The brothers Cyril and Methodius literally wore themselves out in the course of taking the Good News of God in Jesus Christ to the pagan Slavs. They worked tirelessly to proclaim the Gospel, traveling many thousands of miles, enduring hardships, even inventing the alphabet used to allow the Slavs to learn Scripture in their own language. (This alphabet is the basis of the Cyrillic alphabet used in Russian and many modern Slavic languages.) Inspired by their love of God and their zeal for truth, the brothers gave all of themselves, and it is in this giving of self that we see the archetype of Christian love.
When the apostle John writes that “God is love” (1 Jn. 4.8) he uses the word agapé. This word is sometimes translated as “charity,” and is found throughout St. Paul’s famous “love chapter” at 1 Cor. 13, in which Paul uses fifteen verbs and adverbial phrases to describe love. Nowhere do we find love described as an emotion. In fact, when Jesus asks Peter three times “Do you love me?” (Jn. 21.15-19), and Peter replies that he does, Jesus tells Peter what he must do. Godly love must be translated into action.
Godly love is being translated into action in the ministries of LoveINC (Love in the Name of Christ), of which the parish is a founding partner. The parish also provides substantial funding and willing volunteers to support Love INC, as together with many churches we work to meet our neighbors in need, and help them in the context of the best help of all—sharing the Gospel. We are working in ministry, not in the provision of a service. Ministry is not about just helping somebody meet a need; it is about developing a relationship with them in the context of identifying needs and causes, to allow for transformation of life to begin. It is about reaching out and sharing the reality that whatever the pressing need we may have is, the one need that underlies all human want and dysfunction is the need for a healthy relationship with God.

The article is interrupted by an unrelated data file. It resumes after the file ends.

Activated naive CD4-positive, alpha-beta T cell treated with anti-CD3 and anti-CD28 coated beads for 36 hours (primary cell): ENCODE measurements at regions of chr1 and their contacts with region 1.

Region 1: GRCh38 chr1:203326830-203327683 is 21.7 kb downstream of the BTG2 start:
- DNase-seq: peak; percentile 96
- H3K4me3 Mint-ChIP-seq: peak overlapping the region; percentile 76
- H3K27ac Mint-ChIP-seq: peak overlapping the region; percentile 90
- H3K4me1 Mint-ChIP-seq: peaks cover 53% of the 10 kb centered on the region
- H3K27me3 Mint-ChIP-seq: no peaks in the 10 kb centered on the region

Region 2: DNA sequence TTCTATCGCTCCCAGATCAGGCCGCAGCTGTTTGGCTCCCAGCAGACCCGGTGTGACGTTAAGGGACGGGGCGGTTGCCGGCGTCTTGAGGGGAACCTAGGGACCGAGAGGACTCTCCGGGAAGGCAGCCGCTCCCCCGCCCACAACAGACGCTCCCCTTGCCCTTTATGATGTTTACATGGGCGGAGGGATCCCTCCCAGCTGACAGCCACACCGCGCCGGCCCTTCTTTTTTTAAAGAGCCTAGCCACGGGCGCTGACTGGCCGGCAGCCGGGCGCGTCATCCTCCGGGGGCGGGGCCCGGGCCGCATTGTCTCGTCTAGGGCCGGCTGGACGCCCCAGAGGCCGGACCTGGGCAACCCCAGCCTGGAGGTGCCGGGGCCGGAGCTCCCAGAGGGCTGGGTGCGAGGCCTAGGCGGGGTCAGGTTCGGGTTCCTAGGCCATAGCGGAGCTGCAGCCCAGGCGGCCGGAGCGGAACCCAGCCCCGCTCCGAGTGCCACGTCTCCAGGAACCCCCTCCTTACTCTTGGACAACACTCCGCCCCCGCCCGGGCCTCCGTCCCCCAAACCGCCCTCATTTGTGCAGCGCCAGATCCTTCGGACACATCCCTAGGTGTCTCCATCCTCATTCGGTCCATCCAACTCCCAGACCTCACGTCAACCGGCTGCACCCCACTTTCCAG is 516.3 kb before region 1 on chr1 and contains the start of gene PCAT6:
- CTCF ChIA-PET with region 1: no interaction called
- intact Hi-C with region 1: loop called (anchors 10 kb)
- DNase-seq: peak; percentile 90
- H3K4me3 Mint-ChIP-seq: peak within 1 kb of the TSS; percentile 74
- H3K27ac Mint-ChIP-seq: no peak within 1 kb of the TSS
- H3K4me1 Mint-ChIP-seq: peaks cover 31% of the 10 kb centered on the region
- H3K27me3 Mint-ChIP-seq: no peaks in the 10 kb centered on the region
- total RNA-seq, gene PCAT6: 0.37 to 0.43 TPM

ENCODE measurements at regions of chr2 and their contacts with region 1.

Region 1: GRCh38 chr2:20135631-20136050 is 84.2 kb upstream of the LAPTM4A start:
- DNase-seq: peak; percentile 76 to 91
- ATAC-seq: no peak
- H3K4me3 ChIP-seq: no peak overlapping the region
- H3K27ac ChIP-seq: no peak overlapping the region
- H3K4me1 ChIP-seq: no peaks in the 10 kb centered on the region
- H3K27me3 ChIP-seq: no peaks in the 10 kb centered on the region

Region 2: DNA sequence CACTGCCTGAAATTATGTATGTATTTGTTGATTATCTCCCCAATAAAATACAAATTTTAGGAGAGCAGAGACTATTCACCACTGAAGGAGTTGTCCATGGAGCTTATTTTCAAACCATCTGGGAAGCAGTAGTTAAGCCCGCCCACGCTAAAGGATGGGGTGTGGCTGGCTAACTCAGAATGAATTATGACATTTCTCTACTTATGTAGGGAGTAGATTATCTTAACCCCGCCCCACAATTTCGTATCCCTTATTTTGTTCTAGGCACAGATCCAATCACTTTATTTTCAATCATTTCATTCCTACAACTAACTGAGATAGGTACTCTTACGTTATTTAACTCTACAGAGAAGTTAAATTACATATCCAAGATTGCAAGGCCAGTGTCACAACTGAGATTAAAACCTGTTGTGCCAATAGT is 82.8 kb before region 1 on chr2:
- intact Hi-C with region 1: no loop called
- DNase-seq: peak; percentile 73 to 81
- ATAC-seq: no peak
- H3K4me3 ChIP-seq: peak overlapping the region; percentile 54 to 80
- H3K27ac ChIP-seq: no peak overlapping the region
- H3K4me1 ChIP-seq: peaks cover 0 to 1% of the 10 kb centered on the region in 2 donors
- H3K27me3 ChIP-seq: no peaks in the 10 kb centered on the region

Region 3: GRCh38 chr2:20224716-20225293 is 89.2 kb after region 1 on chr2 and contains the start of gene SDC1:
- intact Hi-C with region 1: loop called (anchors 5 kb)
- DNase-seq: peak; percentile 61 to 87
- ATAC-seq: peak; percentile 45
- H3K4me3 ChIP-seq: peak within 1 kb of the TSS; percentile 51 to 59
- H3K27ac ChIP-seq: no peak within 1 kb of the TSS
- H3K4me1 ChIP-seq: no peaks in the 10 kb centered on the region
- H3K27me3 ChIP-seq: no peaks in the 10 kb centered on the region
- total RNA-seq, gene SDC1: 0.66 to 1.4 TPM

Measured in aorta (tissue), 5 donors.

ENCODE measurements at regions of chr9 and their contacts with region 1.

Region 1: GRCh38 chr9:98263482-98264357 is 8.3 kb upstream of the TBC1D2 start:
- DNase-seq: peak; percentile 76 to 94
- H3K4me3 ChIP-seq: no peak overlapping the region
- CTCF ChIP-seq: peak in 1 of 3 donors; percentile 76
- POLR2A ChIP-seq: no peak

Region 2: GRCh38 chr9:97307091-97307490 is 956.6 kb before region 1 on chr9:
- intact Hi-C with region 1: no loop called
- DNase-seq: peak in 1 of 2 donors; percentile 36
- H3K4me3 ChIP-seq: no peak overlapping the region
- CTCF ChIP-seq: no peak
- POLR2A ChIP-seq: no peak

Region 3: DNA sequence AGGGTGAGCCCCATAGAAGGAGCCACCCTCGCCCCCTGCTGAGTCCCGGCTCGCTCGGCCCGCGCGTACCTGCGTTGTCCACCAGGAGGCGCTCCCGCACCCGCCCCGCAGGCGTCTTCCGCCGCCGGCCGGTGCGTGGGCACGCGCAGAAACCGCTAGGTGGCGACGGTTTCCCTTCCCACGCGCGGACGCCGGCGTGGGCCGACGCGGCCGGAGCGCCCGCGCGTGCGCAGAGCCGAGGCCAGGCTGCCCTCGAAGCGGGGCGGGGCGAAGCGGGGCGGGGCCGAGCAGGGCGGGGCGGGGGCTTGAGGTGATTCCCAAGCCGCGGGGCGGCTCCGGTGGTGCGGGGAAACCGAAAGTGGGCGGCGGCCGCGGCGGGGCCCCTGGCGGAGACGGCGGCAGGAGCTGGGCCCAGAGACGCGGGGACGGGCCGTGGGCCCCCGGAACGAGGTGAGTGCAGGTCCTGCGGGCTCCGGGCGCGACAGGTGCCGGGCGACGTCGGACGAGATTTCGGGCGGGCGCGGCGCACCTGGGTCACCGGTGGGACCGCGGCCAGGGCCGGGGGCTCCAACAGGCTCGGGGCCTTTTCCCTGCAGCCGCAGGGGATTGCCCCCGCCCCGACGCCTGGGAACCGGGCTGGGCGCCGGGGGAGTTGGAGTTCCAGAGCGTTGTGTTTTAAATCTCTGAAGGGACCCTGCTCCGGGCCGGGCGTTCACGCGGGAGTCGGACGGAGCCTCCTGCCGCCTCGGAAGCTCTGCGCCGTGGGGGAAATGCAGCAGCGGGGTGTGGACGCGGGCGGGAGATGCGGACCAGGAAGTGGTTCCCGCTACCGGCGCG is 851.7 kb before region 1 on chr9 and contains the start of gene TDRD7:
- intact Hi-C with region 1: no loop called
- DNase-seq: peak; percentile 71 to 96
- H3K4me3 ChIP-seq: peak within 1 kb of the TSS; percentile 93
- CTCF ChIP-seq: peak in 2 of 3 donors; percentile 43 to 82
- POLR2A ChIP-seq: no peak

As LoveINC enters the official launch phase on the 17th of this month, you will encounter press and broadcast stories centered around a campaign about “Look at what love has done.” That sentence could describe the reality of salvation, although a perhaps better phrasing would be “Look at what Love is doing.” When we recognize and are open to what God is doing is our lives, in the life of the world, and in our life together as a worshiping community, we are transformed and our lives become lives dedicated to self-giving. We become more Christ-like, and are made (returned) more and more into the image and likeness of self-giving Love which is Our Lord.
Giving of self always involves another. There has to be somebody else to whom we give, with whom we share. And what is it that we share? It is God’s love; it is love as a verb; it is love in action. This love is embodied in how we share the truth found in Jesus, and are ready to testify to faith in a world that is indifferent to faith. It is embodied in meeting physical needs. It is embodied in the witness of worship. It is embodied in all aspects of life in Christ, but it is fundamentally centripetal as opposed to centrifugal. Love reaches out, just as the Cross is not a closed thing like a circle, but holds the arms of Our Lord with which He reaches out to all.
As detailed at our parish annual meeting on 25 January, we have spent more than three years focused on healing, and in healing we have necessarily focused mainly on ourselves. But we are now by many measures healthy, and it is a healthy Body that we can now focus on reaching out, on proclaiming and inviting. By God’s grace, if we write the history of this parish in another ten years, we should see 2015 as a year in which we pivoted, turned to look more outward; a year in which all members of the parish could and did invite those to known to them to join them in worship and praise and thanksgiving; a year of invitation and growth fostered by a desire to invite, to give of self, and fostered by all of the people being equipped to invite.
Our ministries will focus on evangelism and outreach in ways in which we have not been so focused in the past. This is not to in any way diminish what we do now; it is to share it, to give of the blessings in which we live.
Yours in Christ Jesus,